John Paul summarized his message to youth in a single phrase at Częstochowa: “You must demand much of yourself, even if others do not demand it of you.”

The Holy Father made it clear that he would not pander to young people, but challenge them. He would not offer yet another option to cater to their wills, or make excuses for their weaknesses. The path of discipleship is demanding. 

Four years later, just months after the first international WYD in Buenos Aires, he spoke to Polish youth again at Westerplatte, Gdansk, site of heroic resistance by Polish armed forces at the beginning of World War II. He would quote himself from 1983 in Częstochowa: Demand much of yourselves, even if others demand nothing of you.

The twin Polish addresses of Częstochowa/Westerplatte formed the template for all that would follow in subsequent WYDs. It explains why WYD was a global magnet for young Catholics, even as the Pope grew old. They found in him — and their fellow pilgrims — a guide who thought them capable of greatness.

Forty summers later, it seems clear that June 1983 at Częstochowa refined John Paul’s pastoral approach to youth as pope. The next year he would invite young people to Rome for Palm Sunday and keep vigil with them. 

The following year, for the 1985 U.N. International Year of Youth, he had the young people back and gave them on Palm Sunday a lengthy apostolic letter, Dilecti Amici (Beloved Friends), on the gift and mission of youth. That letter stands today as the magna carta of all young-adult ministry.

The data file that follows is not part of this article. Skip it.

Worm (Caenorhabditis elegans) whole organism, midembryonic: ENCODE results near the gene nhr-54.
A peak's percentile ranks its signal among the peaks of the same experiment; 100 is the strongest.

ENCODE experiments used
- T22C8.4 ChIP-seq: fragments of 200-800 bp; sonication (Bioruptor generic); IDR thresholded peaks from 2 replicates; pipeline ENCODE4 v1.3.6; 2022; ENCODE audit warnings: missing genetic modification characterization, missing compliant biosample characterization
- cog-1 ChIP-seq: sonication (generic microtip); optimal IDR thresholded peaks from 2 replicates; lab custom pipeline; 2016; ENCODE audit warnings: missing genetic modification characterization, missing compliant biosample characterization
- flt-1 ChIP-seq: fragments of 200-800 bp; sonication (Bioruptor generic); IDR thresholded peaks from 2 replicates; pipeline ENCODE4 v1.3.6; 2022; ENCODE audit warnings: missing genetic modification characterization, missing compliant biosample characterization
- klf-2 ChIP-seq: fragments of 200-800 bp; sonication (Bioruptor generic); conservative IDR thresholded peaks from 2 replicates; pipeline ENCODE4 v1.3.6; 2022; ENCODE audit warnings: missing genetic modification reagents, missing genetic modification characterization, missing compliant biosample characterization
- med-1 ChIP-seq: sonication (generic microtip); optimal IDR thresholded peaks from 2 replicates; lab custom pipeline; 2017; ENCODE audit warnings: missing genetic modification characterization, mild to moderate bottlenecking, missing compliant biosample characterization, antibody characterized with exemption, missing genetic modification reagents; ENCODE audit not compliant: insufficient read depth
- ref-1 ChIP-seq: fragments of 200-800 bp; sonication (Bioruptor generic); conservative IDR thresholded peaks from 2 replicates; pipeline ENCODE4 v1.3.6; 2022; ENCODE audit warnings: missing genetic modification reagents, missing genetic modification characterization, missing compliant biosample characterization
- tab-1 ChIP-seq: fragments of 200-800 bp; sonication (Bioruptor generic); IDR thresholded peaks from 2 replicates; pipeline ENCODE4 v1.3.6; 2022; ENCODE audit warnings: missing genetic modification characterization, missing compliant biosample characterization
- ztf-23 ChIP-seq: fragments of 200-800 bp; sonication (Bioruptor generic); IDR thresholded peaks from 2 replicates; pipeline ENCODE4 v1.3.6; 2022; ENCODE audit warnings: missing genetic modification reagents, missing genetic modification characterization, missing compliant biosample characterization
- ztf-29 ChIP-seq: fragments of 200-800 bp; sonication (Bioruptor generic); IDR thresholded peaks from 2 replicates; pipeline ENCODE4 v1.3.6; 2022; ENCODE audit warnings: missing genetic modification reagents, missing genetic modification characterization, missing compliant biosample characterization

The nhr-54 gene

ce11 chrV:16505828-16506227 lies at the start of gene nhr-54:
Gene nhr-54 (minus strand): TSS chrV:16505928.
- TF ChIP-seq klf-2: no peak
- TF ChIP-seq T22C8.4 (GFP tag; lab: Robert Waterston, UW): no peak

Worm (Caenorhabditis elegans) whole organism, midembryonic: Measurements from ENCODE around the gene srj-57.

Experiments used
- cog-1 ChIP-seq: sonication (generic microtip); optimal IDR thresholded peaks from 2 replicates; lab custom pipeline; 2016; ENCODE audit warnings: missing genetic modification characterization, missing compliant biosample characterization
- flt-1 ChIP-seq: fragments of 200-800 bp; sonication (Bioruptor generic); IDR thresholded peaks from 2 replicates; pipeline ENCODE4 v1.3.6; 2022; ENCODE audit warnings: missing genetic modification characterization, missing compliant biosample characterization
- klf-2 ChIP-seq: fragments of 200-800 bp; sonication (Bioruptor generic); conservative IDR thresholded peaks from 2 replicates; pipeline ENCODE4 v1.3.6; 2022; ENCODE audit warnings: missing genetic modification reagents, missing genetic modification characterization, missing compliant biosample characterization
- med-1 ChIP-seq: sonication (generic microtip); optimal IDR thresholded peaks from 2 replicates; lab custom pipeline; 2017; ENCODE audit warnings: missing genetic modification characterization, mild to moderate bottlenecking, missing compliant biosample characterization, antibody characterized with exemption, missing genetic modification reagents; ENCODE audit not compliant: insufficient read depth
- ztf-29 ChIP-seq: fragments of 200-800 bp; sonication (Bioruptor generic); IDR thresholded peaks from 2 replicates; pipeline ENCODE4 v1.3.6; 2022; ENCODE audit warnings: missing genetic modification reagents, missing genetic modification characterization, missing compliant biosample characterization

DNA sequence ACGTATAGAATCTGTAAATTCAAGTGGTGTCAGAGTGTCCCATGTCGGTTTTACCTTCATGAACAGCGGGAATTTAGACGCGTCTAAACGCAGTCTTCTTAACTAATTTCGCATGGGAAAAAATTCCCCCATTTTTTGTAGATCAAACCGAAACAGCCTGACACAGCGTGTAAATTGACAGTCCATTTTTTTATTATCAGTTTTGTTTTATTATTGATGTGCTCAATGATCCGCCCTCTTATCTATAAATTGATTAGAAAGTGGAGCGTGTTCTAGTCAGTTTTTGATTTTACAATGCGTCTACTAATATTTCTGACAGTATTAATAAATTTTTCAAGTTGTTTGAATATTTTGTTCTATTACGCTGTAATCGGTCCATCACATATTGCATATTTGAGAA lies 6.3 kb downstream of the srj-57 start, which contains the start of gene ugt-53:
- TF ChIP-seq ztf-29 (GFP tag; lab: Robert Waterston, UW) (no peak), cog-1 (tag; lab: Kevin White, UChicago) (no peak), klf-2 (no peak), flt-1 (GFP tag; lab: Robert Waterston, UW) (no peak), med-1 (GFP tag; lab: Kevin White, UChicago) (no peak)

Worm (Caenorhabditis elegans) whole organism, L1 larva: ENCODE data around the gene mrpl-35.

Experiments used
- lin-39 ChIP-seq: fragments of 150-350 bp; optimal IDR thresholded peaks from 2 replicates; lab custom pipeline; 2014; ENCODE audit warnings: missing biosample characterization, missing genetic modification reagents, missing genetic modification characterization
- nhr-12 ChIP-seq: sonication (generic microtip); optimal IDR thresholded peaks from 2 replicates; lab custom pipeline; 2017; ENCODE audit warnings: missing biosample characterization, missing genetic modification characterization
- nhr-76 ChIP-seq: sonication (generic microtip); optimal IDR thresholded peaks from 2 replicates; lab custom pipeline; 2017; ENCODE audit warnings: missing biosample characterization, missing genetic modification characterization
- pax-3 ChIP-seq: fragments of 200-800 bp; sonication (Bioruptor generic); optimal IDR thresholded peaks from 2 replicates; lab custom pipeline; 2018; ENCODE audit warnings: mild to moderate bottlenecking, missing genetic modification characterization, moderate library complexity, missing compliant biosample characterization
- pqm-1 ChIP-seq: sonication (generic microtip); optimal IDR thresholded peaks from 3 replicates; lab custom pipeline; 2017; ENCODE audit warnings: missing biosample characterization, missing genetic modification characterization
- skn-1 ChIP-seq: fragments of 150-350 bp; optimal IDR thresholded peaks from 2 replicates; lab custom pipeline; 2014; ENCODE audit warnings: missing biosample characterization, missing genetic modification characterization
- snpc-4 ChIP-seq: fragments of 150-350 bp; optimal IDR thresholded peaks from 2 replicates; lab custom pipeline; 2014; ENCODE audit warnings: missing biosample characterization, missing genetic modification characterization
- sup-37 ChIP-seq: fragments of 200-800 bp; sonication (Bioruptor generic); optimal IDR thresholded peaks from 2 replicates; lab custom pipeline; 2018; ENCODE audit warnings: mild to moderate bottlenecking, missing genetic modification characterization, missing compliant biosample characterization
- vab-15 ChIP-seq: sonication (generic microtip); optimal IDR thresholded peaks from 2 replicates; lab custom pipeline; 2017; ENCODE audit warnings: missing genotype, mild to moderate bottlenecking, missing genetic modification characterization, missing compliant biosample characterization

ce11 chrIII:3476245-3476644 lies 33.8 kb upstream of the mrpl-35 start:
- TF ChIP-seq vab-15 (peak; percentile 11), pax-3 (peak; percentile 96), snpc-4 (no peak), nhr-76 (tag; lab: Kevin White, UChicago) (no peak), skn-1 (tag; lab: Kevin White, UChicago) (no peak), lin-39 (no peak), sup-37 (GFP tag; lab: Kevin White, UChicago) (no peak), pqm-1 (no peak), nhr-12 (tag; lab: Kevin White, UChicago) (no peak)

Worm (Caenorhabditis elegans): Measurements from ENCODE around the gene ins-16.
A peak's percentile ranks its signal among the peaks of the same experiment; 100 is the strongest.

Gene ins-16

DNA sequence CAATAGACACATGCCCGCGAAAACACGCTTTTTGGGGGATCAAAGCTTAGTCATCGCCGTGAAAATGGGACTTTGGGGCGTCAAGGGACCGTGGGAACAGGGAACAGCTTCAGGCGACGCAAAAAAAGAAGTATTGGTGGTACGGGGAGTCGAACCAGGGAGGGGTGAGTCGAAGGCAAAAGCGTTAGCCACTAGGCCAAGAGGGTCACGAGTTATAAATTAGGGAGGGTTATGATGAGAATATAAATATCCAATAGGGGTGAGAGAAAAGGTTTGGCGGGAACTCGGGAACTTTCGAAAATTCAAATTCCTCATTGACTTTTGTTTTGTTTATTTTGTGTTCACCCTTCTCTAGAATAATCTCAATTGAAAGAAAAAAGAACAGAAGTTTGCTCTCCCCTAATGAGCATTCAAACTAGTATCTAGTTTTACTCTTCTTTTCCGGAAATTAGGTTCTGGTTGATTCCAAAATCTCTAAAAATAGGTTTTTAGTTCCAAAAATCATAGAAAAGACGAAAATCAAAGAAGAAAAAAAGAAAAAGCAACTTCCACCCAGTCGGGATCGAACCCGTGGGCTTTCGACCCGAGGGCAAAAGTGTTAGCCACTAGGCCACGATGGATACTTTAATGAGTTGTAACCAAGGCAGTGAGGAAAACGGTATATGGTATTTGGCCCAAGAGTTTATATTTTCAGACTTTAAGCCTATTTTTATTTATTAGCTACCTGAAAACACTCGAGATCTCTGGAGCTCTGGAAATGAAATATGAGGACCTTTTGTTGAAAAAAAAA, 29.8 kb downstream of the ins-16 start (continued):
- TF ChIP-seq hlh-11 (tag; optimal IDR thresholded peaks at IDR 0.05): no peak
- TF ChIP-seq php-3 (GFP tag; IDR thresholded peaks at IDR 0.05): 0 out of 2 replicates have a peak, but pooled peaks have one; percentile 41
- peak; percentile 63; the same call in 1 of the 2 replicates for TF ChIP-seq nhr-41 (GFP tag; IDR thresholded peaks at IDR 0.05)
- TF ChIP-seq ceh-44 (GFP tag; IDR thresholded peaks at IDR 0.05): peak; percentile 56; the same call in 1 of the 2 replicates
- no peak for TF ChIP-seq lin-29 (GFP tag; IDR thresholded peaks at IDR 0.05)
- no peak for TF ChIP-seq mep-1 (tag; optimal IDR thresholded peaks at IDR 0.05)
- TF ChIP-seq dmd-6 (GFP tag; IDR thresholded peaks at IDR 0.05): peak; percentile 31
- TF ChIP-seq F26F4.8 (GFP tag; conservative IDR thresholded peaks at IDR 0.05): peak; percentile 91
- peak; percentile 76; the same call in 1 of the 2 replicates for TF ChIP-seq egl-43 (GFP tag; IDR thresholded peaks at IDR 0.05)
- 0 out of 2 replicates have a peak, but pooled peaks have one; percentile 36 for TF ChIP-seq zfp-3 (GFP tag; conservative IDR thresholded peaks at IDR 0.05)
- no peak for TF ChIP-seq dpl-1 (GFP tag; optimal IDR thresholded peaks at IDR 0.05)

Dilecti Amici is framed by a profound meditation on the rich young man who meets Jesus in the Gospels. And the seeds of that too were at the youth vigil at Jasna Gora. 

“A nation, then, is first of all rich in men,” John Paul said. “Rich in man. Rich in youth. Rich in each one who watches in the name of truth.”

John Paul evidently wished to share the experience of the Jasna Gora vigil beyond the youth of Poland. As soon as possible after the defeat of communism, he held WYD in Częstochowa in August 1991 — the first WYD where large numbers were able to attend from the Soviet empire.

Thus from Pope Francis on pilgrimage to Our Lady of Fatima in 2023, a line can be traced back to St. John Paul II at Our Lady of Częstochowa in 1983. 

That’s a good answer to where World Youth Day began.